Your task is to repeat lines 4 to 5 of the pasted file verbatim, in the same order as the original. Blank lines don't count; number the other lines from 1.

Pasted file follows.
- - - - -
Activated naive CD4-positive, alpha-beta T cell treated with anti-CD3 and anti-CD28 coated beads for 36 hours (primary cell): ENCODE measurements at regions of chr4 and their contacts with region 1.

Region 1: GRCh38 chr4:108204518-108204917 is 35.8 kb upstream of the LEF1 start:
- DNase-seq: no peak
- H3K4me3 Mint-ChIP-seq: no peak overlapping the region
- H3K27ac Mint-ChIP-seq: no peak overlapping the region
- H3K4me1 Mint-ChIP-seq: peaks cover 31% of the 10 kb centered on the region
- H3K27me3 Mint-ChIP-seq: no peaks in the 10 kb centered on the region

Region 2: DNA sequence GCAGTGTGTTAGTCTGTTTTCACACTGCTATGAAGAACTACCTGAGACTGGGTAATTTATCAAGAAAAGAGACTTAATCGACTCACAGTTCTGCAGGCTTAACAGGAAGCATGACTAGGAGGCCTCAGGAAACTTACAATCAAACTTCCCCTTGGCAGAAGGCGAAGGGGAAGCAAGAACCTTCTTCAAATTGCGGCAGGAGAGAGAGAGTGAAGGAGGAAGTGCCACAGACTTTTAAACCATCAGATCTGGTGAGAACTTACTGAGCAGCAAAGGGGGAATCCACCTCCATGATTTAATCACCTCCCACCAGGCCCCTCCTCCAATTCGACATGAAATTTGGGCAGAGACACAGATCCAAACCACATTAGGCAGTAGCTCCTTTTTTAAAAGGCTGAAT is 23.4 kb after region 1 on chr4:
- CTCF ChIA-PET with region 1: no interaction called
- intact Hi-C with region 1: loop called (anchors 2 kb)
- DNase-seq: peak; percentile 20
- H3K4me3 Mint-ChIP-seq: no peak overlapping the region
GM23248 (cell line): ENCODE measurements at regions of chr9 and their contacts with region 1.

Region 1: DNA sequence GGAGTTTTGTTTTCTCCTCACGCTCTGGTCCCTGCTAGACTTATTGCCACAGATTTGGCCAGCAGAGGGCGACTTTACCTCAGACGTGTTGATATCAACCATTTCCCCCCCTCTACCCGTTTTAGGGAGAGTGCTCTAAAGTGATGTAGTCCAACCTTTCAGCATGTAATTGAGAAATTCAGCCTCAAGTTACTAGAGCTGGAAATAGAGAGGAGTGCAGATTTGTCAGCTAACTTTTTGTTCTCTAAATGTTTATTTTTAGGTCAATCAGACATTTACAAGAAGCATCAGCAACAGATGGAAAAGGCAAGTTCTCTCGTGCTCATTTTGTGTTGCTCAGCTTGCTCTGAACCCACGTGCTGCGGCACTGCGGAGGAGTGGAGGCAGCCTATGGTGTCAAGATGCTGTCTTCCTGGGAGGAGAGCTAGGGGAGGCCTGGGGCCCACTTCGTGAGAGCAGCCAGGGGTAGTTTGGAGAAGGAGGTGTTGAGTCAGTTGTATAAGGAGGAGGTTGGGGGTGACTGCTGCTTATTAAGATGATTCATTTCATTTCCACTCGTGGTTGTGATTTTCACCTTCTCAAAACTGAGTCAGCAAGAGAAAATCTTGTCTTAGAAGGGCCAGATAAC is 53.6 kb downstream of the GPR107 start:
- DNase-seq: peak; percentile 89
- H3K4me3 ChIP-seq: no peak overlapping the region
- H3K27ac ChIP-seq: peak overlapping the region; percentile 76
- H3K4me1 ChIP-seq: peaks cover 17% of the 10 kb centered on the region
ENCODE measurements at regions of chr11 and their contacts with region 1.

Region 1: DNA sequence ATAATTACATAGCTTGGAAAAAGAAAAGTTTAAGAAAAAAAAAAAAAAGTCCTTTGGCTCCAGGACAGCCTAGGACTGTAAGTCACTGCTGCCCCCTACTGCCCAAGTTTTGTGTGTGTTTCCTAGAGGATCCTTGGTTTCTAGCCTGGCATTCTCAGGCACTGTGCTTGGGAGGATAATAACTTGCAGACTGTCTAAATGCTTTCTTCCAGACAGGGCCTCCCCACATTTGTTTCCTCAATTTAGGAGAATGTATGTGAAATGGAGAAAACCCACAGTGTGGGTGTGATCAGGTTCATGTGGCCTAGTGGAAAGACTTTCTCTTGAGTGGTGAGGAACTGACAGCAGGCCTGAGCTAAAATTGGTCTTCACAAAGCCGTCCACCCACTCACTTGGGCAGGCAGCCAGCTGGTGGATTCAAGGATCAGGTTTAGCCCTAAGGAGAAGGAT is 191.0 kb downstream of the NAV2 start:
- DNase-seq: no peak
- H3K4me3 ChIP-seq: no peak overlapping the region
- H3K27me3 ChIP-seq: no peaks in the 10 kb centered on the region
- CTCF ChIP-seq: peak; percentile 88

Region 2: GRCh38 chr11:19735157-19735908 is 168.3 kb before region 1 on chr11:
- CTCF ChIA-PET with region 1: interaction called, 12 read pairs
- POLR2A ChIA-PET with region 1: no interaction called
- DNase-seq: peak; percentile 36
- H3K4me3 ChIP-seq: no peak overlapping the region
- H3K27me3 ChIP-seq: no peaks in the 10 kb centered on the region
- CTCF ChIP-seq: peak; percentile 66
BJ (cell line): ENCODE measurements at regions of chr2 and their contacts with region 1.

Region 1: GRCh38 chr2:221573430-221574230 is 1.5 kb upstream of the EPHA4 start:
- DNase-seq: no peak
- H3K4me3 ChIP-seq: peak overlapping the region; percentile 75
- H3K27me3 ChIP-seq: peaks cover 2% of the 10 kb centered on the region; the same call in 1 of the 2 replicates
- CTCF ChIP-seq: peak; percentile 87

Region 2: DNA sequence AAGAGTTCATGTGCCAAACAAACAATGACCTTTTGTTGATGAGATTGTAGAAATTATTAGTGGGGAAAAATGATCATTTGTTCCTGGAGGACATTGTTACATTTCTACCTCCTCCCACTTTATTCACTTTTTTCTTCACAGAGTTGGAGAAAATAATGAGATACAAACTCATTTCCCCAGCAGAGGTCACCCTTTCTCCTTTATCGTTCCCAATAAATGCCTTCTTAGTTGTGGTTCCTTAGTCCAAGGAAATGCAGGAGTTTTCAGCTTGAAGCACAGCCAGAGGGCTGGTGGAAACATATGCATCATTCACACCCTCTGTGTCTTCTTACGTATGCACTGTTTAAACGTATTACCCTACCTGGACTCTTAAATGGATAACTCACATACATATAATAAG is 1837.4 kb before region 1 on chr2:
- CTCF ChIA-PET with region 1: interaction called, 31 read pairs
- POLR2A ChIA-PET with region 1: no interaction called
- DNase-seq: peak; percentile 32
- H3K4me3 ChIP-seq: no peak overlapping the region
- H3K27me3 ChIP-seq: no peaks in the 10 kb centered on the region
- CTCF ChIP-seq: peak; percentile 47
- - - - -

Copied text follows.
- H3K4me3 Mint-ChIP-seq: no peak overlapping the region
- H3K27ac Mint-ChIP-seq: no peak overlapping the region